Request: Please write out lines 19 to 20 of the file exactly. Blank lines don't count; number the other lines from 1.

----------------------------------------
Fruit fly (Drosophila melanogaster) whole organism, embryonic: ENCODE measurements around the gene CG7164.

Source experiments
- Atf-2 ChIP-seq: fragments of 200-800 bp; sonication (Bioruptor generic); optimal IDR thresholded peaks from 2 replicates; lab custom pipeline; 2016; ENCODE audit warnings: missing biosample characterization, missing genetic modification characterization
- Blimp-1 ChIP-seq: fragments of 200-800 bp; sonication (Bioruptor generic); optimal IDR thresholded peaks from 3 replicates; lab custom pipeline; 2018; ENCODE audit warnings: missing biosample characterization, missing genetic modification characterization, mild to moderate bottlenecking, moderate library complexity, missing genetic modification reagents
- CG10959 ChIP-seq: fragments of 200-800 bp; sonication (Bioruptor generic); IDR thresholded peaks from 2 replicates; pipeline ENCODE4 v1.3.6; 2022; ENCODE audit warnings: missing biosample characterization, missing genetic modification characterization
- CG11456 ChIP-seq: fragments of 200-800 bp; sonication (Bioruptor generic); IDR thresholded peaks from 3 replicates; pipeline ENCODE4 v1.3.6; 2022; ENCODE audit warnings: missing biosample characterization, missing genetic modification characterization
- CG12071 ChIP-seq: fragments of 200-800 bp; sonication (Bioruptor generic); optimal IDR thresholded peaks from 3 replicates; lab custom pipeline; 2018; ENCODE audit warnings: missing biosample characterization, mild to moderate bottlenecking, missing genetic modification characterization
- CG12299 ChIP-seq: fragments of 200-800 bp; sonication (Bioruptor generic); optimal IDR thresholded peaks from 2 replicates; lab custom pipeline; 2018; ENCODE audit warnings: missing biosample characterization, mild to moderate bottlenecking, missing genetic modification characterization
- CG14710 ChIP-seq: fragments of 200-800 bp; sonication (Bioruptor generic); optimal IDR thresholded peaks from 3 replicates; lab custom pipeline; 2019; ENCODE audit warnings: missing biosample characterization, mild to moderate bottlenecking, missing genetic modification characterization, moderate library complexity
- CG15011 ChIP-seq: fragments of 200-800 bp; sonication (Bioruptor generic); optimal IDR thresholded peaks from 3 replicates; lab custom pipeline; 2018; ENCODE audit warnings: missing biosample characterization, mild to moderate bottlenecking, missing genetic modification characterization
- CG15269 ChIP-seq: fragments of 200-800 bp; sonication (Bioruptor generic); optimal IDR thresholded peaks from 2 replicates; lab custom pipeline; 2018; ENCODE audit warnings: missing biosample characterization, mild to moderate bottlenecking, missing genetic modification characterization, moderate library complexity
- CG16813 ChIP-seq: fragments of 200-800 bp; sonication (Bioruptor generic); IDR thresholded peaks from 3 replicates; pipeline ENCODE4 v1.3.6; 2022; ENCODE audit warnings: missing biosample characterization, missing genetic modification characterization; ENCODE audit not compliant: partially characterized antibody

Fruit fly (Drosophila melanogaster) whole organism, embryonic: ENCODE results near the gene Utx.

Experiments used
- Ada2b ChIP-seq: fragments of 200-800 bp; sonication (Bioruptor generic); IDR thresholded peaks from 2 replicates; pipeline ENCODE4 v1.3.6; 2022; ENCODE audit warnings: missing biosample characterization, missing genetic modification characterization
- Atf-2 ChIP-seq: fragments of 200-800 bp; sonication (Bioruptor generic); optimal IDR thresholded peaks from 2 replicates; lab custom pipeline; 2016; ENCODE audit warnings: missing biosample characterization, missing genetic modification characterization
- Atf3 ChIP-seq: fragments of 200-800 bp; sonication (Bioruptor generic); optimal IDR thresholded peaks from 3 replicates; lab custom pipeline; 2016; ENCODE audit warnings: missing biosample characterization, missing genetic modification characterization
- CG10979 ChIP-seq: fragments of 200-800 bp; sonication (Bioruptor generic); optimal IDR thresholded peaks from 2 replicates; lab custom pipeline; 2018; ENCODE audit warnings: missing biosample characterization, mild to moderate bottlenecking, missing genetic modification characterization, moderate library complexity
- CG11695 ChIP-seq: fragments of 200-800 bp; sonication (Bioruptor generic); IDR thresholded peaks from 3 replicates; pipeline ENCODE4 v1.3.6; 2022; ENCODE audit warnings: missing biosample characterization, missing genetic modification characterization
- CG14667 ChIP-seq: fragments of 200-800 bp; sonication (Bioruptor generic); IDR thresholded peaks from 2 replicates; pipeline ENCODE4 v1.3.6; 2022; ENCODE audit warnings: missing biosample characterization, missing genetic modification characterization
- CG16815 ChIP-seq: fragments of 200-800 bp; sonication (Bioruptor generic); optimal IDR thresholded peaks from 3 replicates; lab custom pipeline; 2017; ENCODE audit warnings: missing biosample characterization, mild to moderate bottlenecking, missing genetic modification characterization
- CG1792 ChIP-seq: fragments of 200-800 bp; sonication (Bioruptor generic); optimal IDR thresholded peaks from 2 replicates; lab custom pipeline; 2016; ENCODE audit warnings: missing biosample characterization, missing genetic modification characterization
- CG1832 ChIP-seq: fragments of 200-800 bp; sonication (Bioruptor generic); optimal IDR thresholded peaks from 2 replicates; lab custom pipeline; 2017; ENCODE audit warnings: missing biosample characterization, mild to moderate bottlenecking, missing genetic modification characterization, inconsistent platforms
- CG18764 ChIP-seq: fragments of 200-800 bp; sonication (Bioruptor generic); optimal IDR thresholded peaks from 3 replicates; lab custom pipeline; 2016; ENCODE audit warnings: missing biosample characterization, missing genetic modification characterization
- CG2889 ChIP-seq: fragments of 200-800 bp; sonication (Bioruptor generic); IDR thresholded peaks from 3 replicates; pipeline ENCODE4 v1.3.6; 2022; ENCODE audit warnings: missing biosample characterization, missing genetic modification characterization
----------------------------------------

- CG11695 ChIP-seq: fragments of 200-800 bp; sonication (Bioruptor generic); IDR thresholded peaks from 3 replicates; pipeline ENCODE4 v1.3.6; 2022; ENCODE audit warnings: missing biosample characterization, missing genetic modification characterization
- CG14667 ChIP-seq: fragments of 200-800 bp; sonication (Bioruptor generic); IDR thresholded peaks from 2 replicates; pipeline ENCODE4 v1.3.6; 2022; ENCODE audit warnings: missing biosample characterization, missing genetic modification characterization